It’s Follow-Up Friday: Single Letter Answers edition!

Welcome to Follow-Up Friday!

By this time, you know the drill. Follow-Up Friday is a chance for us to revisit the subjects of previous posts and bring the PuzzleNation audience up to speed on all things puzzly.

And today, I’ll be posting the answers to the single letter puzzles from Tuesday’s blog post all about the power of single letters in puzzles!

The first puzzle was a brain teaser.

There’s a word in the English language in which the first 2 letters signify a male, the first 3 signify a female, the first 4 signify a great man, and the whole word signifies a great woman. What is that word?

The word is HEROINE. The first two letters are HE, the first three are HER, and the first four are HERO.


The second puzzle involved the first letters of words forming a pattern, and I asked you to both deduce the pattern and provide the next entry in the series.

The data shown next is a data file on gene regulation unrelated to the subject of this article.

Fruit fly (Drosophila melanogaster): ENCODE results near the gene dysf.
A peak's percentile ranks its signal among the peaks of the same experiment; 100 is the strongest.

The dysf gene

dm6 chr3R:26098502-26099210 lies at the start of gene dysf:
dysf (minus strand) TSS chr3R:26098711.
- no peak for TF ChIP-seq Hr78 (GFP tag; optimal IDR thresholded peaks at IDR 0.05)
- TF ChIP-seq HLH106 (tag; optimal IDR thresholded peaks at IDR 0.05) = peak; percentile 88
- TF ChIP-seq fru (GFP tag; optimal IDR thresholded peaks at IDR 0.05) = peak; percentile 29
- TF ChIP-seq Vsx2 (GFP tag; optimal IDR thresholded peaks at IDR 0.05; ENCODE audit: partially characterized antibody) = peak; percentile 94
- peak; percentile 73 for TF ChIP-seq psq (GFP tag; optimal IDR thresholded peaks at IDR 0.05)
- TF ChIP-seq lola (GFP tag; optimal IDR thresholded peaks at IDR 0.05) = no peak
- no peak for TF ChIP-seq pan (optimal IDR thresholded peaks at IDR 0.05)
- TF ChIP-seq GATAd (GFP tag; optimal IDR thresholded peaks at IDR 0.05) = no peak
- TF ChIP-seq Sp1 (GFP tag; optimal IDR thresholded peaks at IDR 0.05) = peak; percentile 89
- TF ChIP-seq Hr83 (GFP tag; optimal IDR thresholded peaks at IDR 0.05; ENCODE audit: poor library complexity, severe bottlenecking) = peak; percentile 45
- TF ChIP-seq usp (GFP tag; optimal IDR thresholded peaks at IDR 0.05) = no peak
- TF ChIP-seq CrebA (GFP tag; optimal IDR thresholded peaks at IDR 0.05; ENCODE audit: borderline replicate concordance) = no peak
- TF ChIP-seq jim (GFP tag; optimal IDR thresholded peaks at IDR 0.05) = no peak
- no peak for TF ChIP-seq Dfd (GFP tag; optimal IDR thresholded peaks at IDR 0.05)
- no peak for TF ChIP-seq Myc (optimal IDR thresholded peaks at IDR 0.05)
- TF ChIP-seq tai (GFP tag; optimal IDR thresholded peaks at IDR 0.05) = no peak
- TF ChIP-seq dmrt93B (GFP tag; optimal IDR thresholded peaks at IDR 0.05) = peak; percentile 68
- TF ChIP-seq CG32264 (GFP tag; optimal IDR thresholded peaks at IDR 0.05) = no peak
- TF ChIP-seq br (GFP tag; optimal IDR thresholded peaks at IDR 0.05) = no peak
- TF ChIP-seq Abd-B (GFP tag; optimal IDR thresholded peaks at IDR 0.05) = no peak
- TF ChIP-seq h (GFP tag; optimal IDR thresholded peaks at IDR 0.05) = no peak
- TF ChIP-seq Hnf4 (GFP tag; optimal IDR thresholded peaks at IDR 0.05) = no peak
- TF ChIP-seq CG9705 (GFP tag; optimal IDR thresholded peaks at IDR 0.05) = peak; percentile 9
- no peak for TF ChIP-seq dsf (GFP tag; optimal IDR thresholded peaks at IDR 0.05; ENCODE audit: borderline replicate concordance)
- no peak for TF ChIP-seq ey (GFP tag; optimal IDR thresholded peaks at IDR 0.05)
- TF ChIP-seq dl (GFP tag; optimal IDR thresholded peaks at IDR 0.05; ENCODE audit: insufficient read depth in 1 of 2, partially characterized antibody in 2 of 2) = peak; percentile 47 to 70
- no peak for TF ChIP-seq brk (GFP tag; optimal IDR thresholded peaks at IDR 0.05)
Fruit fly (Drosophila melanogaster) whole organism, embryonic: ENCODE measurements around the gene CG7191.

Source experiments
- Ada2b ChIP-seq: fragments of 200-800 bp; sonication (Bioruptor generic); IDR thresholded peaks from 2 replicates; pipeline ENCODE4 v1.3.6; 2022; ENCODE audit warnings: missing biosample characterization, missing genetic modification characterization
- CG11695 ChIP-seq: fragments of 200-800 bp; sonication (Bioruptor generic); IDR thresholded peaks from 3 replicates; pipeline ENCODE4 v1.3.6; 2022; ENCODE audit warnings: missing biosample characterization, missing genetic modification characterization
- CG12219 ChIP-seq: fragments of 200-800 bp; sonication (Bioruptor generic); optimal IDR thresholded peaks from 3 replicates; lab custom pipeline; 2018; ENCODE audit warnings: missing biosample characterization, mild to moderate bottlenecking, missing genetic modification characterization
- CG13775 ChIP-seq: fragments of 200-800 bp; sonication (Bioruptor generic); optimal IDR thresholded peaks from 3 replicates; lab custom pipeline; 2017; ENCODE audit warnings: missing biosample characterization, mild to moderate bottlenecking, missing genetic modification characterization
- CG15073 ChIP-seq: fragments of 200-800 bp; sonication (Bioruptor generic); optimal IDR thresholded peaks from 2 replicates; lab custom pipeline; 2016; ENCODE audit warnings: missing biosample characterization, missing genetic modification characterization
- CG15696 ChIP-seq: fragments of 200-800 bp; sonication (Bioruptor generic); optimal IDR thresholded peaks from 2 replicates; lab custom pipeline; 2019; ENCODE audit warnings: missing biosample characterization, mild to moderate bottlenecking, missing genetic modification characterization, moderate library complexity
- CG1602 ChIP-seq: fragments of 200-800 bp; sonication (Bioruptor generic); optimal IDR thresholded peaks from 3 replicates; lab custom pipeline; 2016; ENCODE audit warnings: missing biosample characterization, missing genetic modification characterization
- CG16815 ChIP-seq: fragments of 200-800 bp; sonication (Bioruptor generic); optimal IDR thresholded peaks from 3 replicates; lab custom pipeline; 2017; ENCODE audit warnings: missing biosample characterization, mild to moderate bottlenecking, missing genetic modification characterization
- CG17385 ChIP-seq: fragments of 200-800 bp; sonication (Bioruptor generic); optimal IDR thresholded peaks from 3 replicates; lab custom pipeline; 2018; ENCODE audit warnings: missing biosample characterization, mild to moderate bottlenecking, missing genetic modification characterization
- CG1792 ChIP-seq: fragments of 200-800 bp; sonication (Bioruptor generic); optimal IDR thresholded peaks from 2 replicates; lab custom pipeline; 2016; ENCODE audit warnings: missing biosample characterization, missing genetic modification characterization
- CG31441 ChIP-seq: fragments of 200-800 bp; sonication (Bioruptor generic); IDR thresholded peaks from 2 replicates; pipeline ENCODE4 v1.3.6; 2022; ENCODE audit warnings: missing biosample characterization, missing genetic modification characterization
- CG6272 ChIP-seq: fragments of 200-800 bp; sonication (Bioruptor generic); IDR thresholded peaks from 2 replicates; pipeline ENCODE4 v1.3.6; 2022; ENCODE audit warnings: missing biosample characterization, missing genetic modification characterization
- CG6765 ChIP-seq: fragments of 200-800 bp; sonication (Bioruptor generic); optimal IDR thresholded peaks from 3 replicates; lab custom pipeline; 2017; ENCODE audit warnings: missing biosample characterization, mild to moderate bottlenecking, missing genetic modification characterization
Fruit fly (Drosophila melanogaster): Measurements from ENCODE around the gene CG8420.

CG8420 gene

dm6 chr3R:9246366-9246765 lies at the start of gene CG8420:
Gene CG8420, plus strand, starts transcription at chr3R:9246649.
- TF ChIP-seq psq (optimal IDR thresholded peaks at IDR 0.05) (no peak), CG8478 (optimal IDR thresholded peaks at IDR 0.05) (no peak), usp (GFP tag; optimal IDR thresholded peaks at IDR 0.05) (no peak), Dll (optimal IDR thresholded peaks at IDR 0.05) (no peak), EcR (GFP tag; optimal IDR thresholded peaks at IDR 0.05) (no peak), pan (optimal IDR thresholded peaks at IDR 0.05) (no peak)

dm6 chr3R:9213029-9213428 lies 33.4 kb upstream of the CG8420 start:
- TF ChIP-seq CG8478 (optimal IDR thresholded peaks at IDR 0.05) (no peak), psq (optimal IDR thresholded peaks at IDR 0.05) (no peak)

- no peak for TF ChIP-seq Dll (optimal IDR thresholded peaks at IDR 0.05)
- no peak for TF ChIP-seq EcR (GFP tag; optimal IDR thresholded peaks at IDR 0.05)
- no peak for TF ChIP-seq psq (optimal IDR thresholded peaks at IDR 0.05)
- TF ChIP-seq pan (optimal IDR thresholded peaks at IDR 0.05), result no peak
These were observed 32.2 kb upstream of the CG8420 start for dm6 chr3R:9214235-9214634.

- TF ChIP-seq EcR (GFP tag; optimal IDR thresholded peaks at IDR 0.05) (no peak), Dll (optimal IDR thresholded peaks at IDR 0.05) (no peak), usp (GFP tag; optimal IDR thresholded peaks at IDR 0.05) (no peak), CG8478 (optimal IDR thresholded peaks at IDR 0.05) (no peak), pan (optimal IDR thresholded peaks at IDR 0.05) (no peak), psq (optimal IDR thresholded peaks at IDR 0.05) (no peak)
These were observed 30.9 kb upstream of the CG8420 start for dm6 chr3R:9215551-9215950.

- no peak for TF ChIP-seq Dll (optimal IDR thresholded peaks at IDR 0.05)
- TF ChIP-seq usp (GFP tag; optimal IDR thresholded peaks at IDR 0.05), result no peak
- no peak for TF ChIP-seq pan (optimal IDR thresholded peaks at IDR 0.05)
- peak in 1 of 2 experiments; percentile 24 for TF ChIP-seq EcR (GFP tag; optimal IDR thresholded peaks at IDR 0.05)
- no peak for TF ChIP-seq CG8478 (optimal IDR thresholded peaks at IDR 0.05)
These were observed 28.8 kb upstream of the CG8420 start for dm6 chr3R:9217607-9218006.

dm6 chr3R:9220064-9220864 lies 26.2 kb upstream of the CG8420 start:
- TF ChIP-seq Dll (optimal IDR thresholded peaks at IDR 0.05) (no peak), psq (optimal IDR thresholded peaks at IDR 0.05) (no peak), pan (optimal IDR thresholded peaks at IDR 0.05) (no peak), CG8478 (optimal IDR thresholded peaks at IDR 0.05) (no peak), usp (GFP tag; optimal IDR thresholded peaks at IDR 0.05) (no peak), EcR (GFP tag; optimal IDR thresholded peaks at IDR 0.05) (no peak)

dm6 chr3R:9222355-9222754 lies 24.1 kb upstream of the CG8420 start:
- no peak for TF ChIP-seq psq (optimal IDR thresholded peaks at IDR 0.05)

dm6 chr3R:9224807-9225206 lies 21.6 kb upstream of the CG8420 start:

O, T, T, F, F, S, S, E, ?

The next entry in the series is N, for Nine. These are the first letters of numbers — One, Two, Three, Four, Five, Six, Seven, Eight.

J, F, M, A, M, J, J, A, S, O, N, ?

The next entry in the series is D, for December. These are the first letters of the months of the year.

S, M, H, D, W, M, ?

The next entry in the series is Y, for Year. These are the first letters for increasing lengths of time — Second, Minute, Hour, Day, Week, Month.

M, V, E, M, J, S, U, ?

The next entry in the series is N, for Neptune. These are the first letters of the planets in the solar system, from closest to the sun to furthest from it.

D, K, P, C, O, F, G, ?

The next entry in the series is S, for Species. These are the first letters of the classification system for all life on Earth — Domain, Kingdom, Phylum, Class, Order, Family, Genus.


The third and final puzzle involved the first letters of words, but with numbers added, and I asked you to deduce what the letters represent.

3 F in a Y: 3 feet in a yard

366 D in a LY: 366 days in a leap year

12 S in the Z: 12 signs in the Zodiac

4 Q in a D: 4 quarters in a dollar

13 C in a S: 13 cards in a suit


How did you do? Did you solve them all, or did these crafty single letter puzzles stump you?

Thanks for visiting PuzzleNation Blog today! You can share your pictures with us on Instagram, friend us on Facebook, check us out on TwitterPinterest, and Tumblr, and be sure to check out the growing library of PuzzleNation apps and games!